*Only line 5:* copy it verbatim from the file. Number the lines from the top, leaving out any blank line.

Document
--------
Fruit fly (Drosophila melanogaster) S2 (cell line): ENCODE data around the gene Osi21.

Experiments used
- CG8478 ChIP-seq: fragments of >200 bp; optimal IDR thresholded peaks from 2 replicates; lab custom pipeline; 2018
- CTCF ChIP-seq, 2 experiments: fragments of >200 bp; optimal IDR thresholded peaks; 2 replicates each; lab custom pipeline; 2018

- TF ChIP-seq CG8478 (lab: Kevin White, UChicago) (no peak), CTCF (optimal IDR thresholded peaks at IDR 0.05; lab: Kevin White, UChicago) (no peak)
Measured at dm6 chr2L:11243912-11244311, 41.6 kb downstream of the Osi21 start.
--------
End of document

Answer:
- TF ChIP-seq CG8478 (lab: Kevin White, UChicago) (no peak), CTCF (optimal IDR thresholded peaks at IDR 0.05; lab: Kevin White, UChicago) (no peak)